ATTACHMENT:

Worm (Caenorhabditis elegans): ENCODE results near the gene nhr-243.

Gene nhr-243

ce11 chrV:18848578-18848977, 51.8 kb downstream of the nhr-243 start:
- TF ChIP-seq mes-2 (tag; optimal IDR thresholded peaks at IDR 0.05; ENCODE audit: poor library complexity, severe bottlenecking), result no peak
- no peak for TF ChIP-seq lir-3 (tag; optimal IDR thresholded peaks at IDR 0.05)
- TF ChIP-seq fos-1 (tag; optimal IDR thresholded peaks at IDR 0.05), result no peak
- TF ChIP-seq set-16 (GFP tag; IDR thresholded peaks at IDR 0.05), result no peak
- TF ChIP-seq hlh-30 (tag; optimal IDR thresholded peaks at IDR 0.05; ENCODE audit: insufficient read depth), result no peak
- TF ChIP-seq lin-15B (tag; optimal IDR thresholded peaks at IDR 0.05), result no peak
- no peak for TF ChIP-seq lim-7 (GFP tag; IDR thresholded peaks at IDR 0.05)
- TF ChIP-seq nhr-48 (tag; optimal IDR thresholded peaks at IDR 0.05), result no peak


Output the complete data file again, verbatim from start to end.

Worm (Caenorhabditis elegans): ENCODE results near the gene nhr-243.

Gene nhr-243

ce11 chrV:18848578-18848977, 51.8 kb downstream of the nhr-243 start:
- TF ChIP-seq mes-2 (tag; optimal IDR thresholded peaks at IDR 0.05; ENCODE audit: poor library complexity, severe bottlenecking), result no peak
- no peak for TF ChIP-seq lir-3 (tag; optimal IDR thresholded peaks at IDR 0.05)
- TF ChIP-seq fos-1 (tag; optimal IDR thresholded peaks at IDR 0.05), result no peak
- TF ChIP-seq set-16 (GFP tag; IDR thresholded peaks at IDR 0.05), result no peak
- TF ChIP-seq hlh-30 (tag; optimal IDR thresholded peaks at IDR 0.05; ENCODE audit: insufficient read depth), result no peak
- TF ChIP-seq lin-15B (tag; optimal IDR thresholded peaks at IDR 0.05), result no peak
- no peak for TF ChIP-seq lim-7 (GFP tag; IDR thresholded peaks at IDR 0.05)
- TF ChIP-seq nhr-48 (tag; optimal IDR thresholded peaks at IDR 0.05), result no peak